Monday, June 6, 2016

The NumericalChameleon 2.0.0 is on the web

I am pleased to announce that the NumericalChameleon 2.0.0 is on the web:

http://NumericalChameleon.net


The NumericalChameleon is free, open source, cross platform and comprehensive software in order to convert units with a precision of up to 1000 decimal places. It supports more than 5200 units in 93 categories, including not only all important physical units, but also useful units in non-standard categories like exchange rates, time zones, spoken numbers (literally and by audio), roman numerals, geographic coordinates, radixes, fractions, checksums, bits&bytes, screen resolutions, colorcodes, unicodes, international dial codes, calendar and holiday calculations and many more.


Release notes for the version 2.0.0 are at

http://numericalchameleon.net/en/release-notes.html

Kind Regards,
Johann




Sunday, February 14, 2016

A logo for Jacksum

Jacksum is a free cross platform checksum utility. It exists since July 2002. Time to create a logo for it.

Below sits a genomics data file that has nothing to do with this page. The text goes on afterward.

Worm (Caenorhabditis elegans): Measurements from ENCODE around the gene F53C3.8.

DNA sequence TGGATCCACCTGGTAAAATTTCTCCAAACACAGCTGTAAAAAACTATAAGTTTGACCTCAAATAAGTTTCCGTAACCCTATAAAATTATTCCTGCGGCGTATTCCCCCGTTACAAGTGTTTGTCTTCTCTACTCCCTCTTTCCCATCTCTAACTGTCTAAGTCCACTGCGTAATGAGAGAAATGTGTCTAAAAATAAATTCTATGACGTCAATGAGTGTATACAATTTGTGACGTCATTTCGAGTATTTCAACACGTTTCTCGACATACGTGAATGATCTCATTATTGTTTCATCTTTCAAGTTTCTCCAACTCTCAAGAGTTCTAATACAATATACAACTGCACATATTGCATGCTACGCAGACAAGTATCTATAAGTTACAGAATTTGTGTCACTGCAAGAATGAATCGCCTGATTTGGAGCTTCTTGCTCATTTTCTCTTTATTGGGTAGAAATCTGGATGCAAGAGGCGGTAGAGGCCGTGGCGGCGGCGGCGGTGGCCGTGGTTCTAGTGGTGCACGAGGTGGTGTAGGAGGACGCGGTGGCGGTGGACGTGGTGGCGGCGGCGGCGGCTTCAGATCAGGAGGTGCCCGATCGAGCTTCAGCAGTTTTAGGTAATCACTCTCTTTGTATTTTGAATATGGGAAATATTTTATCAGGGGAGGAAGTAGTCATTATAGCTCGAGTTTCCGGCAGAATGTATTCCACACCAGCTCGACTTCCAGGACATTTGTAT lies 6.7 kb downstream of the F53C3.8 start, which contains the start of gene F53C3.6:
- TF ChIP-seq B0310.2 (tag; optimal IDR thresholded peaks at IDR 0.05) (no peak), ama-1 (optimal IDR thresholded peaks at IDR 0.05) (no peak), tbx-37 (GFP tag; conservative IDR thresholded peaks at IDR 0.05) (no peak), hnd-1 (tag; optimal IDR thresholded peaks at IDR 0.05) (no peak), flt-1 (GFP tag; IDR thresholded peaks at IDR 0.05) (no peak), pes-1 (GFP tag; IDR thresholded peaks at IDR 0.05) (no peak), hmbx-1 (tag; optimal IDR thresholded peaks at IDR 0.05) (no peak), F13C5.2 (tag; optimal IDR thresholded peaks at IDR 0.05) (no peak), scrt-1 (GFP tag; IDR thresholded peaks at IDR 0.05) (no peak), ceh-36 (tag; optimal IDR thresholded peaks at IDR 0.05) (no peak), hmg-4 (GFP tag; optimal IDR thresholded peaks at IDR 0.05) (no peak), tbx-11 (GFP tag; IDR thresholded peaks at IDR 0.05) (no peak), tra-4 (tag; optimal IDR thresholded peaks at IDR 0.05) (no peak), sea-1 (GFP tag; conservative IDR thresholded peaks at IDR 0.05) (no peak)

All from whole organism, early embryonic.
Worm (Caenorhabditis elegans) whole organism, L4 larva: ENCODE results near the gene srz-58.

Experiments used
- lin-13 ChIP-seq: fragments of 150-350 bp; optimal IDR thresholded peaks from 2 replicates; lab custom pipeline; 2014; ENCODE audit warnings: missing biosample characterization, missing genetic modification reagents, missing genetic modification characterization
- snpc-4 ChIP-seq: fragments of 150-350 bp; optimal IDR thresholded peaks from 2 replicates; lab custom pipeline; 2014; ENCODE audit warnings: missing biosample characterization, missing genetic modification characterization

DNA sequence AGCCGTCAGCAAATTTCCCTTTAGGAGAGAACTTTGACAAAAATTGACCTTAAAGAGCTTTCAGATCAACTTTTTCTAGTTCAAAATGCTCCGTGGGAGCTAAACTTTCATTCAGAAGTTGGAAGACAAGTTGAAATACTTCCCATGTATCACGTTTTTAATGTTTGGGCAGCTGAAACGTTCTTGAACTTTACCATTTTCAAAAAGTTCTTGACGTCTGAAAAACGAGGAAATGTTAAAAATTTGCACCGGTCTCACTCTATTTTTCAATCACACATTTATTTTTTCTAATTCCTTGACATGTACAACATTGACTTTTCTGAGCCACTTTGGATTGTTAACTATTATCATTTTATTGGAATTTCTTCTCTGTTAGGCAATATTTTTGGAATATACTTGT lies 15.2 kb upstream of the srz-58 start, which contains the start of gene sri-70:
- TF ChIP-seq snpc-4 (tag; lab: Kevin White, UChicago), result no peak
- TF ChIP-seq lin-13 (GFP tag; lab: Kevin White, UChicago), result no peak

Considerations:

Jacksum is entirely written in Java, it runs on Apple's OS X, Microsoft Windows, GNU/Linux, and any other operating system that has a Java Runtime Environment. So Jacksum is really cross platform, without the need for the user to recompile it. The purpose of Jacksum is to compute and verify checksums, mainly to check whether a data transfer was successful.

Actually "Jacksum" is a synthetic word made of JAva and ChecKSUM and I wanted to create a logo that reflects both the J as in Java (cross platform feature) and the check as in checksum. Checkboxes usually have a rectangle shape and the circle should reflect the comprehensiveness of the sum of all Jacksum's features. Black as in Jack and green as in successful check.